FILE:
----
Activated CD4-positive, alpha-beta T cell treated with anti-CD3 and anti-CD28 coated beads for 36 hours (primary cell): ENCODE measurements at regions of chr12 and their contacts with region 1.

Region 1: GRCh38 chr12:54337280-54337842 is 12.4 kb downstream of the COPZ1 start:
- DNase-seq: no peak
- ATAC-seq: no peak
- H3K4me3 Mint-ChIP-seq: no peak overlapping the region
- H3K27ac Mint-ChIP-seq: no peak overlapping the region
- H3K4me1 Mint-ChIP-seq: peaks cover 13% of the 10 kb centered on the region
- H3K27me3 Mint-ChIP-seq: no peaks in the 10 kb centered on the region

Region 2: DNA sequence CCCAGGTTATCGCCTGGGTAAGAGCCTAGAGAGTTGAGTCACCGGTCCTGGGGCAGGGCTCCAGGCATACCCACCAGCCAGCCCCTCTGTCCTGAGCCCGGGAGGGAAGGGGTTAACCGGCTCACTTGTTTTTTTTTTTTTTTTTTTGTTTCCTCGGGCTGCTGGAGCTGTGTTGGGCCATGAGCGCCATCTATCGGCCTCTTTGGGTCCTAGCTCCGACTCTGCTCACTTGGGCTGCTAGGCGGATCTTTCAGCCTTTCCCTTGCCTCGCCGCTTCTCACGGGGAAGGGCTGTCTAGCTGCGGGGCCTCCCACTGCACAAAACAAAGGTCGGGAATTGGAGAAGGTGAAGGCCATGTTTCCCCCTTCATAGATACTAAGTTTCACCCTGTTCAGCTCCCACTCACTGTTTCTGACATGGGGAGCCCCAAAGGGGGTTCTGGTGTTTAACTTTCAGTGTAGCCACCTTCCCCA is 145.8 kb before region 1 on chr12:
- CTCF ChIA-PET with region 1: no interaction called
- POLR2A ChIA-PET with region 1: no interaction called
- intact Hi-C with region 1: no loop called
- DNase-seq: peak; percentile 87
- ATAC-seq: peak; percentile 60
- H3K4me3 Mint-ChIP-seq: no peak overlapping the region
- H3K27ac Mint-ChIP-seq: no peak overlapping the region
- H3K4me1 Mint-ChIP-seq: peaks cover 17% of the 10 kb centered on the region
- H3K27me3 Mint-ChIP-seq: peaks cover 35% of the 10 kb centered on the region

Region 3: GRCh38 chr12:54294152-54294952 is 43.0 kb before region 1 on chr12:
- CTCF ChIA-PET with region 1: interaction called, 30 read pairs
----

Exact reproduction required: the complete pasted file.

Activated CD4-positive, alpha-beta T cell treated with anti-CD3 and anti-CD28 coated beads for 36 hours (primary cell): ENCODE measurements at regions of chr12 and their contacts with region 1.

Region 1: GRCh38 chr12:54337280-54337842 is 12.4 kb downstream of the COPZ1 start:
- DNase-seq: no peak
- ATAC-seq: no peak
- H3K4me3 Mint-ChIP-seq: no peak overlapping the region
- H3K27ac Mint-ChIP-seq: no peak overlapping the region
- H3K4me1 Mint-ChIP-seq: peaks cover 13% of the 10 kb centered on the region
- H3K27me3 Mint-ChIP-seq: no peaks in the 10 kb centered on the region

Region 2: DNA sequence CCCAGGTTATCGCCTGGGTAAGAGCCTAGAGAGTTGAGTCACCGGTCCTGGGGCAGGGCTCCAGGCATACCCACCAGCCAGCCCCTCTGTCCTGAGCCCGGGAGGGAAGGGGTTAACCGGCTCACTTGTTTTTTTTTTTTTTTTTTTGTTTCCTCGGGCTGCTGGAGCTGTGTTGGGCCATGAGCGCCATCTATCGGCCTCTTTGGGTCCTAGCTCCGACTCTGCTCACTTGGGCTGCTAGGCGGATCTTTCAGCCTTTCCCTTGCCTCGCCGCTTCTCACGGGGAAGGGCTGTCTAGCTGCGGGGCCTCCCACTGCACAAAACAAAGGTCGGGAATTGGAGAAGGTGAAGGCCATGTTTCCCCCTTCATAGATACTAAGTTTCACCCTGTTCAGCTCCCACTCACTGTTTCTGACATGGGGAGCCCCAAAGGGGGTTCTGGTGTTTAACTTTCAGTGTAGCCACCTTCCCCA is 145.8 kb before region 1 on chr12:
- CTCF ChIA-PET with region 1: no interaction called
- POLR2A ChIA-PET with region 1: no interaction called
- intact Hi-C with region 1: no loop called
- DNase-seq: peak; percentile 87
- ATAC-seq: peak; percentile 60
- H3K4me3 Mint-ChIP-seq: no peak overlapping the region
- H3K27ac Mint-ChIP-seq: no peak overlapping the region
- H3K4me1 Mint-ChIP-seq: peaks cover 17% of the 10 kb centered on the region
- H3K27me3 Mint-ChIP-seq: peaks cover 35% of the 10 kb centered on the region

Region 3: GRCh38 chr12:54294152-54294952 is 43.0 kb before region 1 on chr12:
- CTCF ChIA-PET with region 1: interaction called, 30 read pairs